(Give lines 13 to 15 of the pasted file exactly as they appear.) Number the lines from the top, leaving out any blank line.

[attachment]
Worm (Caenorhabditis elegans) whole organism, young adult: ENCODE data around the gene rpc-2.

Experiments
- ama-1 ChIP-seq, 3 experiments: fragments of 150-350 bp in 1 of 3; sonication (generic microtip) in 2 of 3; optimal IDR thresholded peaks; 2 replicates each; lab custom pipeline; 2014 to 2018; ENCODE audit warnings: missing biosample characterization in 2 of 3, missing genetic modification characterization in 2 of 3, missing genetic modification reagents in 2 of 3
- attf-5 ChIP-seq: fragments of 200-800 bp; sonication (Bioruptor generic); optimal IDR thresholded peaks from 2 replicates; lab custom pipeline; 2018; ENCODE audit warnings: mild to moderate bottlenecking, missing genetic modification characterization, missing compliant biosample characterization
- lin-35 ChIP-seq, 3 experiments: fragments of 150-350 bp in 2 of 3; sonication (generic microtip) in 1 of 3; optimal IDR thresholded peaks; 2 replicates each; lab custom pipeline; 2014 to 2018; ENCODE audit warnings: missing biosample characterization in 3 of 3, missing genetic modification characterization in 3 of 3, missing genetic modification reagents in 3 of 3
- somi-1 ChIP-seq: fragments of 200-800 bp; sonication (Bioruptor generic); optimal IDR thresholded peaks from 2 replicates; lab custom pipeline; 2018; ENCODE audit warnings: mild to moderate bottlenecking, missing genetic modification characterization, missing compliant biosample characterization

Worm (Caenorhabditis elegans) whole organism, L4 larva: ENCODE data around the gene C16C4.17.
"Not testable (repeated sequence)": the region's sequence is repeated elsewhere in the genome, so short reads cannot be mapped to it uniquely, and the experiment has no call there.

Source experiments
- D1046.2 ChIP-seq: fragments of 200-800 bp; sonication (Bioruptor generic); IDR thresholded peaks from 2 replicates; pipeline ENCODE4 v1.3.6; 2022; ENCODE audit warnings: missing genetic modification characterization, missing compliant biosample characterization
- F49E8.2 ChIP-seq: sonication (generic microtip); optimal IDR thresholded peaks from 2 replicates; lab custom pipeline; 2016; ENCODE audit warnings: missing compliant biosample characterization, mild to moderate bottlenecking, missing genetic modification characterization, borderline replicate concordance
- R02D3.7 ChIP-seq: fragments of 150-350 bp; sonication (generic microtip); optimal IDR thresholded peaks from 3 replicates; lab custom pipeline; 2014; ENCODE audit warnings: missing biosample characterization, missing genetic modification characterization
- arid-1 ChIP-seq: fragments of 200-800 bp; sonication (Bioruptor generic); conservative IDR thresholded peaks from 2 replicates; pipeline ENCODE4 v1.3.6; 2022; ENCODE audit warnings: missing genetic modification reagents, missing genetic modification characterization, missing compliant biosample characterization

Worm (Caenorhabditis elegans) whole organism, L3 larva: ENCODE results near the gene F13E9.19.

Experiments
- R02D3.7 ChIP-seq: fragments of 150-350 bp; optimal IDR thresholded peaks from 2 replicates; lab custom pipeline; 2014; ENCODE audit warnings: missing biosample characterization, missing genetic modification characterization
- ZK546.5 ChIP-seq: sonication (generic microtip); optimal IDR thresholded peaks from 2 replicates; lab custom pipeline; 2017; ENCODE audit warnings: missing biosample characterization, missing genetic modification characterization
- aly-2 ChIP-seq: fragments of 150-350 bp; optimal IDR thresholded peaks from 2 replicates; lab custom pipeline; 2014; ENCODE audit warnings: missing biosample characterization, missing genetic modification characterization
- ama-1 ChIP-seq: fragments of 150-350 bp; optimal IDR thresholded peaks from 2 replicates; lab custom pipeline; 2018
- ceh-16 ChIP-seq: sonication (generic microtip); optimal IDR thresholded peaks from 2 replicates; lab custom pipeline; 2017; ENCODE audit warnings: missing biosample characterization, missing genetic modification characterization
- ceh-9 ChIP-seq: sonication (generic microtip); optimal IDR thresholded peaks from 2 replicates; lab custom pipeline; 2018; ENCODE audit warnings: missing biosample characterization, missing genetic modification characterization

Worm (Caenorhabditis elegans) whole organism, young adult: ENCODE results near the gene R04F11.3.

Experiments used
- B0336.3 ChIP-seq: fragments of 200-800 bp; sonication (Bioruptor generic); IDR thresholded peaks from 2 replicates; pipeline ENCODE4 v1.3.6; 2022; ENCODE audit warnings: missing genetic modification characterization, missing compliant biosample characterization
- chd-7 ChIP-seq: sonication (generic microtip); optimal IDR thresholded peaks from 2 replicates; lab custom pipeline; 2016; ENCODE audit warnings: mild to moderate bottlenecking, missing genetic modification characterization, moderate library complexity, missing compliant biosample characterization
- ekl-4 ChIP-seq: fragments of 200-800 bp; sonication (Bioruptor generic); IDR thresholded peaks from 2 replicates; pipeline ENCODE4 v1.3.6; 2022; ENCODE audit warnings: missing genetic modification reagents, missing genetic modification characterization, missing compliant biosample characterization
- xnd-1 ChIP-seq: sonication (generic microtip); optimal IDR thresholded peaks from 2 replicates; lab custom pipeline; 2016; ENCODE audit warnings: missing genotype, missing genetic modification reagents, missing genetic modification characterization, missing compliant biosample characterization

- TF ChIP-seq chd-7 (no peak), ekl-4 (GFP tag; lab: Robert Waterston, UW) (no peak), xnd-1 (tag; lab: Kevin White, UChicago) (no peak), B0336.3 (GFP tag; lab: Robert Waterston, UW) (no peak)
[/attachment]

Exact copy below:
- arid-1 ChIP-seq: fragments of 200-800 bp; sonication (Bioruptor generic); conservative IDR thresholded peaks from 2 replicates; pipeline ENCODE4 v1.3.6; 2022; ENCODE audit warnings: missing genetic modification reagents, missing genetic modification characterization, missing compliant biosample characterization

Worm (Caenorhabditis elegans) whole organism, L3 larva: ENCODE results near the gene F13E9.19.

Experiments